Combined with typically beautiful language, these stories thrill with their puzzles and hidden depths. Vladimir Nabokov seems to be inviting his readers on a treasure hunt each time and his world is interesting and beautiful enough to marvel at while at this pleasure hunt.
1. Signs and Symbols
This short, seemingly simple story features the typical subtle layering that will be associated with Nabokov’s literary works. On the surface, it is a story about a mentally disturbed young son who tries to commit suicide, his holocaust-surviving Russian Jewish parents, and multiple phone calls, among other important events subtly woven into a narration that leaves a lot to interpretation.
Interpretations vary from the possibility of an alternate reality existing within the text to a strong indication that Nabokov was luring the reader into over-thinking in a manner symptomatic of a less severe variant of the mental sickness the son was suffering from.
2. Spring in Fialta
Nabokov wrote this story in Russian in 1936 during his time in exile in Berlin. Set In the fictional Mediterranean town of Fialta, the story follows, in rich metaphorical and poetic fashion, the attempts of two married individuals to rekindle and maintain a lost love.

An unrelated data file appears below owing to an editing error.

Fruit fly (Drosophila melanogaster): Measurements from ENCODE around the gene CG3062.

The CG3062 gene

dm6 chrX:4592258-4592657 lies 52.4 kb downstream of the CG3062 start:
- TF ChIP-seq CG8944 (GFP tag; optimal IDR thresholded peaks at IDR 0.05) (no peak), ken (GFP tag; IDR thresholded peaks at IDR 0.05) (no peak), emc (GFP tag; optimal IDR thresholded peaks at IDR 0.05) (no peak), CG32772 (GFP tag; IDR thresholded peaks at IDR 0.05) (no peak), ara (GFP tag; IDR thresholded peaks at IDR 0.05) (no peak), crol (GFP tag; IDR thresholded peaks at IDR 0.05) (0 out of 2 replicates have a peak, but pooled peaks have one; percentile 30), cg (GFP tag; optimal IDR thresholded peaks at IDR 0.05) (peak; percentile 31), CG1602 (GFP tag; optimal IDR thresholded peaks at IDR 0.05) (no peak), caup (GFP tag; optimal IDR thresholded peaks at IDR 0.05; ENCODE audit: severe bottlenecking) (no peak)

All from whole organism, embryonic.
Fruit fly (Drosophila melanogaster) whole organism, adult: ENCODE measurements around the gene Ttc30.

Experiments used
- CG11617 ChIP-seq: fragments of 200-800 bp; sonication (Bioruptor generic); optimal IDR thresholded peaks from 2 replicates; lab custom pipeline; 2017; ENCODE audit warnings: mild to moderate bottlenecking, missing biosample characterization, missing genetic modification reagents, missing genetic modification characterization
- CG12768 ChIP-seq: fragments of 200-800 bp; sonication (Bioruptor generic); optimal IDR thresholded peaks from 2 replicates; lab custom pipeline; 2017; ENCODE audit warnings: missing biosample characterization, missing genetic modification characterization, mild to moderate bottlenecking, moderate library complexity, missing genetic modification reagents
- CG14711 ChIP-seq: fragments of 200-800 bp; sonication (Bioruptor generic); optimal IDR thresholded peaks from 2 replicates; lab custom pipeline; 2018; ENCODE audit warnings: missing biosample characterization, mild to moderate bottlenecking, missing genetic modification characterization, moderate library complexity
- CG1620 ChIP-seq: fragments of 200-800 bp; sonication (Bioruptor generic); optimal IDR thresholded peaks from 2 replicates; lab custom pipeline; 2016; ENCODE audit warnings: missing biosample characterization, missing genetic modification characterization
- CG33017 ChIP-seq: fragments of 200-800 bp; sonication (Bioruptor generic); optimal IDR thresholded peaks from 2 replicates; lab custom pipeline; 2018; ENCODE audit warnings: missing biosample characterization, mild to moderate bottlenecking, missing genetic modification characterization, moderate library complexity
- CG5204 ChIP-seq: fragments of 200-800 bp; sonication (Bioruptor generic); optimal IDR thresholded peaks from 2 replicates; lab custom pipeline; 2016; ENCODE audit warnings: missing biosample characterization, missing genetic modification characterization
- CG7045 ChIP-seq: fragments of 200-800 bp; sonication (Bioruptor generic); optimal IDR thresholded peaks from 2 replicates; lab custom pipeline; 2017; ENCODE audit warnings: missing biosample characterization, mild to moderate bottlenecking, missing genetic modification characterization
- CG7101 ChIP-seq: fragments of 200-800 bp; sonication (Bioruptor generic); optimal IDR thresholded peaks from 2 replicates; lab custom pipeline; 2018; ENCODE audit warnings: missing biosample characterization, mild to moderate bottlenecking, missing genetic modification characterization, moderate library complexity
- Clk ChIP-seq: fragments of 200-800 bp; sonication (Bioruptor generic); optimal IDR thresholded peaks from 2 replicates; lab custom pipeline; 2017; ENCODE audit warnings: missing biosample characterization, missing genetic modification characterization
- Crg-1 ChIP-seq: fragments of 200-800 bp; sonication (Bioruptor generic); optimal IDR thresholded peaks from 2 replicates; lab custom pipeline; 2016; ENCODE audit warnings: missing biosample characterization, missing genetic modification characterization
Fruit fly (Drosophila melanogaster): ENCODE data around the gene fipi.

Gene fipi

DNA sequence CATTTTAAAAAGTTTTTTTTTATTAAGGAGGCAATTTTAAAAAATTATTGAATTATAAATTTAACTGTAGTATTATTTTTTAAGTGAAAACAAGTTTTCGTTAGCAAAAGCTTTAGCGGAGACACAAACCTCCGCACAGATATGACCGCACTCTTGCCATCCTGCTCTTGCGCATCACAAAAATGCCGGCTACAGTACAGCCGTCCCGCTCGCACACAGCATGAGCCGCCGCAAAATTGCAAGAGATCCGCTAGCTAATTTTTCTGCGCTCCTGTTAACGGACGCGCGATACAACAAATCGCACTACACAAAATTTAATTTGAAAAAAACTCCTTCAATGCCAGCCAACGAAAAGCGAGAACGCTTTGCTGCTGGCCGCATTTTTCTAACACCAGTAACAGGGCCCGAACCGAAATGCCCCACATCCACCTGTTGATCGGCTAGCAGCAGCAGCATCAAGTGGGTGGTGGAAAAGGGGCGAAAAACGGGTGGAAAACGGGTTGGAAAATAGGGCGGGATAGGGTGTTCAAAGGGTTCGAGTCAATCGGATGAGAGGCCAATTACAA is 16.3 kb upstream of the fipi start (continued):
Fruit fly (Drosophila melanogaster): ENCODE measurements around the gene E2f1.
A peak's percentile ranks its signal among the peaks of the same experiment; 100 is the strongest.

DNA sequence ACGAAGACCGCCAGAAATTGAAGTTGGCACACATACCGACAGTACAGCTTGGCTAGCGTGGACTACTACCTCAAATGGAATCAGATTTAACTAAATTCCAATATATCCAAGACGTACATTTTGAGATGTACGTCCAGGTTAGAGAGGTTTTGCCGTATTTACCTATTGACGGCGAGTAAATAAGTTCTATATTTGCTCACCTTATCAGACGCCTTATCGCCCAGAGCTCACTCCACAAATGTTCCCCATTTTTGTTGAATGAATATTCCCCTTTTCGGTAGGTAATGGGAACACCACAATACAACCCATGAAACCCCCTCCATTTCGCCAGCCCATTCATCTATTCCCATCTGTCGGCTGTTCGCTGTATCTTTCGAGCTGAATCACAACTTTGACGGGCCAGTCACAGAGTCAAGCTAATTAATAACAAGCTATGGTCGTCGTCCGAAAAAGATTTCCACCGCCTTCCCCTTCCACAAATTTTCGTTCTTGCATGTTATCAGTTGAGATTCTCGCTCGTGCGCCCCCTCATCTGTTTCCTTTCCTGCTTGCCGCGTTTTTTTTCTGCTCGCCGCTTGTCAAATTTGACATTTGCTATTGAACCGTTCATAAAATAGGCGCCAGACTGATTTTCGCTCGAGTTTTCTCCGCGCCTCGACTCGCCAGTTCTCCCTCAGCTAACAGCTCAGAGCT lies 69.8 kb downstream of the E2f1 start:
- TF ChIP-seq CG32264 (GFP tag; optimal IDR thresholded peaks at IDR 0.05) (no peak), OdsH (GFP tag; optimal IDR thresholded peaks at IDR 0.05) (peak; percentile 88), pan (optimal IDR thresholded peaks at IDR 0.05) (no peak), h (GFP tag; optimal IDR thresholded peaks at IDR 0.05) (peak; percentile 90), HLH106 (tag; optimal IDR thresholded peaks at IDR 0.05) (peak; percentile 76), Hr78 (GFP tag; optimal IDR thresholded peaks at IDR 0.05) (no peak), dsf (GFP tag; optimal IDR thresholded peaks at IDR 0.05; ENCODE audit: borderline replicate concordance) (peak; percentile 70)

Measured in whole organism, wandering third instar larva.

In this story, Nabokov explored a lot of the literary themes and plot techniques that will characterize his later works such as the relationship to a Double, the recreation of events from memory, the sense of love, the issue of reality, among others.
3. Ultima Thule
Ultima represents the last of Nabokov’s writings in the Russian language before his move to the U.S. The story constituted a part of an abandoned book that was to be called ‘Sola Rex”. The story sees Nabokov explore the metaphysical and contains a riddle the reader will be called upon to solve, just as we will later see in Lolita.
4. A Nursery Tale
In this sufficiently erotic story, a man enters into a contract with the Devil disguised as an old woman and is granted the ability to sleep with as many women as he could as long as the number of women he chooses is an odd number.
Like a classic Greek tragedy, the fates conspire to deceive our protagonist and make his default on the contract. Nabokov weaves a supernatural world that contains elements of the pedophilia we would see in Lolita, determinism, the theme of selling one’s soul among others.